By definition, environmental justice is when low-income or minority communities are disproportionately exposed to pollution, toxins or degraded environments. But if you ask Weinberg sophomore Denise Lopez, she’ll tell you it’s “the greatest struggle for our generation.”
On Wednesday, members of Northwestern’s Latina sorority, Sigma Lambda Gamma, and other interested students gathered to listen to Lopez discuss environmental injustice, an issue she has been passionate about her whole life.
As a Latina in America, Lopez said she is twice as likely as a white person is to live in an area where air pollution poses the greatest risk to health and five times more likely to live within walking distance of a power plant or chemical facility.
“Low-income communities of color are poisoned by the powerful in the name of making a profit,” Lopez said in her speech, referring mainly to Flint, Michigan, where people have been drinking contaminated water from the Flint River since 2014. In Flint, most residents are black and many are poor, and some wonder if the government would have responded more quickly to the crisis if Flint’s residents were white and rich.
Weinberg freshman Naomi Bañuelos listened to Lopez speak, and said that the talk reminded her of her hometown in Donna, Texas. The fish in the Donna Reservoir are contaminated with cancer-causing polychlorinated biphenyls (PCBs). Bañuelos said the EPA came to her town and put up signs that told people not to fish there. However, efforts to prevent fishing have hardly been enforced.
“[The contamination] affects the low-income communities especially,” Bañuelos said. “They’re like, ‘No fishing,’ but I’ve biked past there, and there’s people fishing and selling the fish. If you’re poor, you’re going to buy the fish, because what are you going to eat?”
The issue of environmental justice has worldwide ramifications. Lopez mentioned the Pacific island nation Tuvalu, which has been “sinking” as a result of sea levels rising. The highest elevation in Tuvalu is only about 15 feet above sea level, leaving the nation especially vulnerable to rising waters.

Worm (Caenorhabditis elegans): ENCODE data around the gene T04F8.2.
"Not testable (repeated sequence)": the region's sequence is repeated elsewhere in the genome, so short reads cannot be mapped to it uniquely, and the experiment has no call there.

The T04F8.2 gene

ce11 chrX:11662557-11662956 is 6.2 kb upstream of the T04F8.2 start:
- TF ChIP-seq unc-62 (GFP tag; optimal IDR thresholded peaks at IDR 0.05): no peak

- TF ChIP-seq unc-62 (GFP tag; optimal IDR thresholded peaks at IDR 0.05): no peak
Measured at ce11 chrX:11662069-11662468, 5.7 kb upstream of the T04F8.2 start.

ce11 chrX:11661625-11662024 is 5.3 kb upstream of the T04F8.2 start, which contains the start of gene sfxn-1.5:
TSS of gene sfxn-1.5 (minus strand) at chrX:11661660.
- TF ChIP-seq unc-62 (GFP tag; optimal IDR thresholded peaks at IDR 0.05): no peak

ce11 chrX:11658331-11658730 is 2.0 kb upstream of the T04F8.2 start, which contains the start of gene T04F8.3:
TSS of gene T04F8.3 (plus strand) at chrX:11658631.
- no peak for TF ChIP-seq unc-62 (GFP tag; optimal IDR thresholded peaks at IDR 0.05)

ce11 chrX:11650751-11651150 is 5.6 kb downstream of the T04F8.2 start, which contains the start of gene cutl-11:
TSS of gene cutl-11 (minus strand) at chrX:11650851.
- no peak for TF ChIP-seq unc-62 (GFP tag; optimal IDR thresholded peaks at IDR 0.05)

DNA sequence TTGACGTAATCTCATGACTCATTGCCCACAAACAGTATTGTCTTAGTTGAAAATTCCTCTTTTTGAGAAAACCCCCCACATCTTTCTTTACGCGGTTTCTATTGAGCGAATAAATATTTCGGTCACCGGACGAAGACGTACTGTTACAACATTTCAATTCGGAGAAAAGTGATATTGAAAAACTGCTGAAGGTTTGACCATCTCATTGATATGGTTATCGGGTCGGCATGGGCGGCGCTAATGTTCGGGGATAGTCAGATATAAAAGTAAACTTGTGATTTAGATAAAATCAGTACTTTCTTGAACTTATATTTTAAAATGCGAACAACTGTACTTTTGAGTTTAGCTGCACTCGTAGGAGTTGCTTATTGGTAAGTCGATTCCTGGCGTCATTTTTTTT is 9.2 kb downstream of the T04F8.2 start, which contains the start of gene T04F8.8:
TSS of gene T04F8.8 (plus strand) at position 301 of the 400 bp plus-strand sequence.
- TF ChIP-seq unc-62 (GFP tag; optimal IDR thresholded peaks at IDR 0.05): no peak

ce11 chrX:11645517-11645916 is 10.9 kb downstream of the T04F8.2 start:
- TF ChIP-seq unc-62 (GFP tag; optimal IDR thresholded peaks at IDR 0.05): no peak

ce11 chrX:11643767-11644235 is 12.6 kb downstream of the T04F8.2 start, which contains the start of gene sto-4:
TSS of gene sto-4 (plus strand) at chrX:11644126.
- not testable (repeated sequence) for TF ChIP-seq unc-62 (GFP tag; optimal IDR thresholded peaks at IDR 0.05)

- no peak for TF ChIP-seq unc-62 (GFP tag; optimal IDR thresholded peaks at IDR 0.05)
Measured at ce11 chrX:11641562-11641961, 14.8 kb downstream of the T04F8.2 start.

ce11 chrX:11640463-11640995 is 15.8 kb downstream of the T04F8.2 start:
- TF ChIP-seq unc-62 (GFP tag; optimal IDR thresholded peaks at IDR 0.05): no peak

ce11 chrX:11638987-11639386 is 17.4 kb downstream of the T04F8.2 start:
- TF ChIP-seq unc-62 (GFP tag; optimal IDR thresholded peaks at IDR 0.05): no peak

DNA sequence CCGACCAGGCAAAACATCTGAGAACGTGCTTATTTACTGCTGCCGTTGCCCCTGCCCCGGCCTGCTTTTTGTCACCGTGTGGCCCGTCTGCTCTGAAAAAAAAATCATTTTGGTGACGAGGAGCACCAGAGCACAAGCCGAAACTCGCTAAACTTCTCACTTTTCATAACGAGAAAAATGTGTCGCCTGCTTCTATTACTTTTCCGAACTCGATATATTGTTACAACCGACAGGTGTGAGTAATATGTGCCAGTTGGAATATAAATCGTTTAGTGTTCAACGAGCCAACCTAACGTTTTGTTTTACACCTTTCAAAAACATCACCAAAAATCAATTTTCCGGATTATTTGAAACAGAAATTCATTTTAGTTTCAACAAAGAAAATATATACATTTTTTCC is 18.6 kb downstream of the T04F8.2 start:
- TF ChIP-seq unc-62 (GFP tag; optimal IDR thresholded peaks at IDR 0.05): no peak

One of the injustices of climate change is that many of the communities who suffer its greatest effects, like Tuvalu, are not the ones that are contributing the most emissions. This makes it even harder to address the problem, because those who are contributing the most may not see the effects of their actions right away.
“Climate change is seen as more long-term,” Lopez said, “so it’s a long, drawn-out battle. We have to make sure that people are aware.”
Lopez mentioned an article that outlined ways to work for environmental justice for interested students to follow. These range from working with divestment campaigns to understanding the intersection of climate change with issues of race, gender, socioeconomic status, and many other identities. Lopez said she hoped she inspired someone to take action for environmental justice.
“Hopefully someone walks out of here really passionate, and they tell their friends, and their friends tell more people,” Lopez said. “Throughout my life I’ve had that fire for environmental justice, so [I hope] for people to walk away with just a little spark of wanting to do better.”